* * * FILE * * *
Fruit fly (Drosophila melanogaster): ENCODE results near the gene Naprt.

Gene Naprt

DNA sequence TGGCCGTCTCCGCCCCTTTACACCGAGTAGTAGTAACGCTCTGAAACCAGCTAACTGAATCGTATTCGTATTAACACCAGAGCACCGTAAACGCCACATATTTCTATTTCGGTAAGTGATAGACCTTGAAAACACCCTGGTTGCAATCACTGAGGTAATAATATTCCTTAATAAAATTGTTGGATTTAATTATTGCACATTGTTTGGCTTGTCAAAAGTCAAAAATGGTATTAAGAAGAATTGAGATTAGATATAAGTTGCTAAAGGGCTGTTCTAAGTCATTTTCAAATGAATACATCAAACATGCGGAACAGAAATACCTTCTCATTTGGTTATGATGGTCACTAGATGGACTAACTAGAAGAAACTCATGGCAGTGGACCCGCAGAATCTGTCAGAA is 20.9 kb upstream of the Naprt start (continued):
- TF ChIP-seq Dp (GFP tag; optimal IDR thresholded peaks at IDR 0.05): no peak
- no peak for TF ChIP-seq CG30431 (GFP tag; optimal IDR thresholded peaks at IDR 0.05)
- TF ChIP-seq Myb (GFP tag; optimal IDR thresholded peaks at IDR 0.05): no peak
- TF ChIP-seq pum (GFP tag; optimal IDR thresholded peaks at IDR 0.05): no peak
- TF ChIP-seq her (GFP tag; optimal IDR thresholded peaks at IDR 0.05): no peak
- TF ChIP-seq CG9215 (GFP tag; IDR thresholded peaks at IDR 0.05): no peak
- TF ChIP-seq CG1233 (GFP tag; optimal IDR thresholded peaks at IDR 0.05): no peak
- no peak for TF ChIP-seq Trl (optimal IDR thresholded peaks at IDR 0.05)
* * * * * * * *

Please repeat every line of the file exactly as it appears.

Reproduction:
Fruit fly (Drosophila melanogaster): ENCODE results near the gene Naprt.

Gene Naprt

DNA sequence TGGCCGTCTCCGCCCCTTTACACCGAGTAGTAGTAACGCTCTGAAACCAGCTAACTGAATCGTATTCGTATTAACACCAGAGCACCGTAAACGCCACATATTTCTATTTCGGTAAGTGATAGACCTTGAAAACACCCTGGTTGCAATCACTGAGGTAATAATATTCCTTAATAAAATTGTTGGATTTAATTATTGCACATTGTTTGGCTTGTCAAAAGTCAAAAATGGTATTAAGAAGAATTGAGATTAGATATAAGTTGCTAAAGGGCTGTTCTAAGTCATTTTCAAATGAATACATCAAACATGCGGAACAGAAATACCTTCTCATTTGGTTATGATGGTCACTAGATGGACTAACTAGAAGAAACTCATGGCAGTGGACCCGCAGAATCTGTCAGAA is 20.9 kb upstream of the Naprt start (continued):
- TF ChIP-seq Dp (GFP tag; optimal IDR thresholded peaks at IDR 0.05): no peak
- no peak for TF ChIP-seq CG30431 (GFP tag; optimal IDR thresholded peaks at IDR 0.05)
- TF ChIP-seq Myb (GFP tag; optimal IDR thresholded peaks at IDR 0.05): no peak
- TF ChIP-seq pum (GFP tag; optimal IDR thresholded peaks at IDR 0.05): no peak
- TF ChIP-seq her (GFP tag; optimal IDR thresholded peaks at IDR 0.05): no peak
- TF ChIP-seq CG9215 (GFP tag; IDR thresholded peaks at IDR 0.05): no peak
- TF ChIP-seq CG1233 (GFP tag; optimal IDR thresholded peaks at IDR 0.05): no peak
- no peak for TF ChIP-seq Trl (optimal IDR thresholded peaks at IDR 0.05)